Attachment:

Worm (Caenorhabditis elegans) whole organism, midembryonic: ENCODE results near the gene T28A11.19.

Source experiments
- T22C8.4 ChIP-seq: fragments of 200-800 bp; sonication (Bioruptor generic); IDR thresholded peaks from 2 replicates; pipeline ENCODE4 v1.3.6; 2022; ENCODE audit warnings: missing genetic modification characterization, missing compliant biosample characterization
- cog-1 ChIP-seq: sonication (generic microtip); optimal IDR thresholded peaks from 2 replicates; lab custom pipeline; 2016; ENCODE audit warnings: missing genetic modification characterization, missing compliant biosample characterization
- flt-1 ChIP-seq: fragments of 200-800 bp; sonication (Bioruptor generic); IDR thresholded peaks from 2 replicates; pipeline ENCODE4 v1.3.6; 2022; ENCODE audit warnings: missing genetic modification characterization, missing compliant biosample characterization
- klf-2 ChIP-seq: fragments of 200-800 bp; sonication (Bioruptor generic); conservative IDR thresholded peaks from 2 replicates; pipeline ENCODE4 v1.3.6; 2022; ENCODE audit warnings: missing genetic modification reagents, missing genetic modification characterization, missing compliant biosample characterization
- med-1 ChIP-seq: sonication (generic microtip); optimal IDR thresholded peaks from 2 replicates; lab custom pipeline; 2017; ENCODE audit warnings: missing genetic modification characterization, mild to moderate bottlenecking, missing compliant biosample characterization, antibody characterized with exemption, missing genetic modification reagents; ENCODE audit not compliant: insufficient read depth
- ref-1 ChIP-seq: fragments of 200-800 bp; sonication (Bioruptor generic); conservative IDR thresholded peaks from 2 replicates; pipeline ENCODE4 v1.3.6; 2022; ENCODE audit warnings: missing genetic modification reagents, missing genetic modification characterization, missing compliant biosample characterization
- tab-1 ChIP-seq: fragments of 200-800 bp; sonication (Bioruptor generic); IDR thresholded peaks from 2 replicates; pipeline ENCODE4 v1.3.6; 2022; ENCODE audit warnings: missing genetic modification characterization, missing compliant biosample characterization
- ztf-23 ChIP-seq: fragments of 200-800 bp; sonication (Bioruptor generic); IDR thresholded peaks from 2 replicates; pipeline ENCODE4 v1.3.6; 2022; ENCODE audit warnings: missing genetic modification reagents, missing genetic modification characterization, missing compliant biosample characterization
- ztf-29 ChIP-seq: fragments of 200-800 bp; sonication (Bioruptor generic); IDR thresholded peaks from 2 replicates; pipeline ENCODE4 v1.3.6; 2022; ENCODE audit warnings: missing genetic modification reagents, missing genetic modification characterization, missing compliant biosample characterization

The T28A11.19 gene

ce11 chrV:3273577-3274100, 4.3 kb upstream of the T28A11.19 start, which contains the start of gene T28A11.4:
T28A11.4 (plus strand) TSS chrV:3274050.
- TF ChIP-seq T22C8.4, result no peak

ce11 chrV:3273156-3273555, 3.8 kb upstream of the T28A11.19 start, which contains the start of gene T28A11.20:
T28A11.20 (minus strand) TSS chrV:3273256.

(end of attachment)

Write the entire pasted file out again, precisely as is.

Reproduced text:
Worm (Caenorhabditis elegans) whole organism, midembryonic: ENCODE results near the gene T28A11.19.

Source experiments
- T22C8.4 ChIP-seq: fragments of 200-800 bp; sonication (Bioruptor generic); IDR thresholded peaks from 2 replicates; pipeline ENCODE4 v1.3.6; 2022; ENCODE audit warnings: missing genetic modification characterization, missing compliant biosample characterization
- cog-1 ChIP-seq: sonication (generic microtip); optimal IDR thresholded peaks from 2 replicates; lab custom pipeline; 2016; ENCODE audit warnings: missing genetic modification characterization, missing compliant biosample characterization
- flt-1 ChIP-seq: fragments of 200-800 bp; sonication (Bioruptor generic); IDR thresholded peaks from 2 replicates; pipeline ENCODE4 v1.3.6; 2022; ENCODE audit warnings: missing genetic modification characterization, missing compliant biosample characterization
- klf-2 ChIP-seq: fragments of 200-800 bp; sonication (Bioruptor generic); conservative IDR thresholded peaks from 2 replicates; pipeline ENCODE4 v1.3.6; 2022; ENCODE audit warnings: missing genetic modification reagents, missing genetic modification characterization, missing compliant biosample characterization
- med-1 ChIP-seq: sonication (generic microtip); optimal IDR thresholded peaks from 2 replicates; lab custom pipeline; 2017; ENCODE audit warnings: missing genetic modification characterization, mild to moderate bottlenecking, missing compliant biosample characterization, antibody characterized with exemption, missing genetic modification reagents; ENCODE audit not compliant: insufficient read depth
- ref-1 ChIP-seq: fragments of 200-800 bp; sonication (Bioruptor generic); conservative IDR thresholded peaks from 2 replicates; pipeline ENCODE4 v1.3.6; 2022; ENCODE audit warnings: missing genetic modification reagents, missing genetic modification characterization, missing compliant biosample characterization
- tab-1 ChIP-seq: fragments of 200-800 bp; sonication (Bioruptor generic); IDR thresholded peaks from 2 replicates; pipeline ENCODE4 v1.3.6; 2022; ENCODE audit warnings: missing genetic modification characterization, missing compliant biosample characterization
- ztf-23 ChIP-seq: fragments of 200-800 bp; sonication (Bioruptor generic); IDR thresholded peaks from 2 replicates; pipeline ENCODE4 v1.3.6; 2022; ENCODE audit warnings: missing genetic modification reagents, missing genetic modification characterization, missing compliant biosample characterization
- ztf-29 ChIP-seq: fragments of 200-800 bp; sonication (Bioruptor generic); IDR thresholded peaks from 2 replicates; pipeline ENCODE4 v1.3.6; 2022; ENCODE audit warnings: missing genetic modification reagents, missing genetic modification characterization, missing compliant biosample characterization

The T28A11.19 gene

ce11 chrV:3273577-3274100, 4.3 kb upstream of the T28A11.19 start, which contains the start of gene T28A11.4:
T28A11.4 (plus strand) TSS chrV:3274050.
- TF ChIP-seq T22C8.4, result no peak

ce11 chrV:3273156-3273555, 3.8 kb upstream of the T28A11.19 start, which contains the start of gene T28A11.20:
T28A11.20 (minus strand) TSS chrV:3273256.